Avoiding Tick-Borne Diseases
From Powassan to Lyme disease, ticks pose a huge health problem across the nation and parents need to know what to look for. In fact, according to Brad Leahy, Vice President of B.O.G. Pest Control, 2017 is predicted to be one of the worst tick seasons in years, due to a mild winter nationwide. However, you don't need to keep your kids inside all summer or wrap them in bubble wrap. Here are some tips on avoiding tick-borne diseases as well on some info on what to look for:
Tick Life Cycle
Photo source: Animal Diversity Web/Flickr
Most ticks go through four stages of development: egg, larvae, nymph, and adult.. When the tick is in its nymph stage, it is most dangerous to humans. This is because it still possesses the disease but is so small -- about the size of a comma in a newspaper -- that it's very hard to detect. The longer a tick is attached, the more likely it will pass a disease onto its host, so early detection is important. Nymph ticks are most prevalent in the spring and early summer when many people enjoy the outdoors. Nymph ticks are difficult to see, but still visible and require a closer visual inspection of skin. Running your fingers across your skin can help you feel the tick. For reference, see below, a picture of a nymph tick on a paper towel:
Photo source: NY State IPM Program at Cornell University/Flickr
The most common tick-borne diseases in North America include:
- Lyme disease. Lyme disease is the most common disease transmitted by ticks. It is carried by blacklegged ticks, which are found in the Northeast, North Central states and the West Coast. Symptoms include a bulls-eye rash, fever, joint pain and headache.
- Tularemia. Tularemia is transmitted from the dog tick, the lone star tick and the wood tick. It is found in many areas of the United States. Symptoms include swollen lymph glands, fever, chills, headache and fatigue.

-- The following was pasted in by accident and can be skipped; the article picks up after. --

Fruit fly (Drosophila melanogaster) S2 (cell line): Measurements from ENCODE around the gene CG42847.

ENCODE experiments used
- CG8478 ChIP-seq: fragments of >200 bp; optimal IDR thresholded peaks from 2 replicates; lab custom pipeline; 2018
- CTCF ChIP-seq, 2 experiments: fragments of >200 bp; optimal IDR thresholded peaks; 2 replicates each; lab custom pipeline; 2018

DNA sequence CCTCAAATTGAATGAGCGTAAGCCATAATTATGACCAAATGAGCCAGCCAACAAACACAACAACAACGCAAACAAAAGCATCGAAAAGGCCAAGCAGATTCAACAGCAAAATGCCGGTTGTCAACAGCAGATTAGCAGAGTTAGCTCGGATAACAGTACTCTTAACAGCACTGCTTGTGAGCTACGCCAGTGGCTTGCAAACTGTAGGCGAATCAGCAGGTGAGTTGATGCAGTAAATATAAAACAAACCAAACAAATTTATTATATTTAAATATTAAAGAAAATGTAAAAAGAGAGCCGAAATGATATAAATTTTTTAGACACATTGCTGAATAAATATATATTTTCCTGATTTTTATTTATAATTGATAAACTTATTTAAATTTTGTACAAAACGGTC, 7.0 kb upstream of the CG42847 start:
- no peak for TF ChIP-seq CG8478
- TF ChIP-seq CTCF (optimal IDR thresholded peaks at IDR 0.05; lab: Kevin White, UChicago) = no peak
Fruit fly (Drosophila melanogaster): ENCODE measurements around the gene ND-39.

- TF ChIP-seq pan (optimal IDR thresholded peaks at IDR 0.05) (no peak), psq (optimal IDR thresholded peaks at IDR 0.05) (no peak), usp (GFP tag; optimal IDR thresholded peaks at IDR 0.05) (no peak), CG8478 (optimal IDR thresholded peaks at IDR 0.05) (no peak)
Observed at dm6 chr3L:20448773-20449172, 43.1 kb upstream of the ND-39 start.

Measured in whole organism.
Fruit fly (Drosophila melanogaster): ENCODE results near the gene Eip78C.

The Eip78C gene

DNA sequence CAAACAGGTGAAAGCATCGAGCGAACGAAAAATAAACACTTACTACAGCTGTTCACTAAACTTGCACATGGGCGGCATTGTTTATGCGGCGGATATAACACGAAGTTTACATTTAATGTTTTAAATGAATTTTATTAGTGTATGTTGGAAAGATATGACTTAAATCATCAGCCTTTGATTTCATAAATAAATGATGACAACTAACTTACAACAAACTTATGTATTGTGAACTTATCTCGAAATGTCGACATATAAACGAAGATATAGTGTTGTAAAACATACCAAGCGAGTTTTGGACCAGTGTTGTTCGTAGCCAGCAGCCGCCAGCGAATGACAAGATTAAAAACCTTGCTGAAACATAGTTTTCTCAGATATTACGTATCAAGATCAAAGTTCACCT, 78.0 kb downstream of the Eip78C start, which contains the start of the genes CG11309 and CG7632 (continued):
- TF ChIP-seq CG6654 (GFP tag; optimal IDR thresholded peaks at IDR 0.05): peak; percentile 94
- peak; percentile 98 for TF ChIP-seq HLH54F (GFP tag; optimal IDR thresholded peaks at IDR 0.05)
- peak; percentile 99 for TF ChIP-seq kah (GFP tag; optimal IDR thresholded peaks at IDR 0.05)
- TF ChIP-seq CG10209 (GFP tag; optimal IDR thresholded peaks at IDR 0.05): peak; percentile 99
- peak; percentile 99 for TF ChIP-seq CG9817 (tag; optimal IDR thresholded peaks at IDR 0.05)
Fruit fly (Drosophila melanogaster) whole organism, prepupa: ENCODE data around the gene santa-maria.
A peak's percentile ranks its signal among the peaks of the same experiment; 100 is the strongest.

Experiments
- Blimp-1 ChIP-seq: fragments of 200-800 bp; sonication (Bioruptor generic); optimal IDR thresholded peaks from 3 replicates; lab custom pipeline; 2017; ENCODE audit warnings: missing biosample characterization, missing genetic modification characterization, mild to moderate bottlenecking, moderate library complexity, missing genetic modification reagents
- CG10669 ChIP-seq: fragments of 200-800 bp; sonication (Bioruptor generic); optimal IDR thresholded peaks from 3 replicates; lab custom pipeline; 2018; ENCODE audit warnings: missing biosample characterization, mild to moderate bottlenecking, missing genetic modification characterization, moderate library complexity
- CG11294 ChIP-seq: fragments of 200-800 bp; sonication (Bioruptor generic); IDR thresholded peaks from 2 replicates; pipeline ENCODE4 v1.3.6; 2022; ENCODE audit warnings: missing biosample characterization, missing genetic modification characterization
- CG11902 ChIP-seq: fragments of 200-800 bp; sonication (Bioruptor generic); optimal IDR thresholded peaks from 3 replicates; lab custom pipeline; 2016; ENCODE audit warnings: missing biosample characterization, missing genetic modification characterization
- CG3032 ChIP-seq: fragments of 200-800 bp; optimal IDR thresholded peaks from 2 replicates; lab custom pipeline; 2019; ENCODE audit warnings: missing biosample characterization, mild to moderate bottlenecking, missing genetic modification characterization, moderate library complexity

- Tick-borne Relapsing Fever. This disease is transmitted through soft ticks and involves relapsing episodes of fever, headaches, and nausea. It is found in many mountainous areas of North America, Mexico and Central America.
- Colorado tick fever. Colorado tick fever is only found at elevations of 4,000 to 10,500 feet and is transmitted by the Rocky Mountain wood tick. Symptoms include headache, fever and chills.
- Powassan virus (POW). Powassan is dangerous disease that, luckily,is a bit rarer than the other diseases. Symptoms include fever, headache, partial paralysis, and nausea. POW virus can infect the central nervous system and cause encephalitis (inflammation of the brain) and meningitis. Half of all cases result in permanent damage and about one-tenth result in death. It is transmitted by the blacklegged tick, which is found in the Northeast, North central states and the West Coast. According to Dr. Angela Lamb, a dermatologist at MountSinai Hospital in NYC, it is pretty rare. Approximately 75 cases of POW virus were reported in the United States over the past 10 years.
How to Avoid Them
Luckily, you can take a few steps to help prevent you and your family from contracting any of these diseases. Here's a few ideas:
- Cover up. When spending time outdoors in heavily wooded areas, such as when hiking or mountain biking, covering up with long sleeves and pants. Or, simply avoid these areas altogether. You can also use clothes with Permethrin, which is safe for children over three months of age.
- Wear insect repellent. According to Dr. Lamb, the best way to protect your child from tick bites is to apply insect repellents." She recommends products with DEET or Picaridin to keep the bugs at bay.
- Do a full-body check. According to Dr. Lamb, "When you come inside after spending time outdoors, you should thoroughly inspect yourself and your family members." Do a close visual check and run your hands across your skin to search for minuscule nympth ticks. By checking for ticks immediately after you come inside, you can hopefully intercept the ticks before they embed in your skin.
- Visit your physician. If a tick does latch on, use sharp-pointed tweezers to remove the tick. Grasp the head of the tick, as close to the mouth parts as you can, to carefully extract the entire tick, including the head. After carefully extracting the tick, place it in a container and take it to your physician. Your physician may decide to send it out for testing and/or prescribe treatment.
Ticks pose a huge health threat, but with a few extra steps, you and your family can be well on the way to avoiding tick-bourne diseases.
Featured image source: John Tann/Flickr
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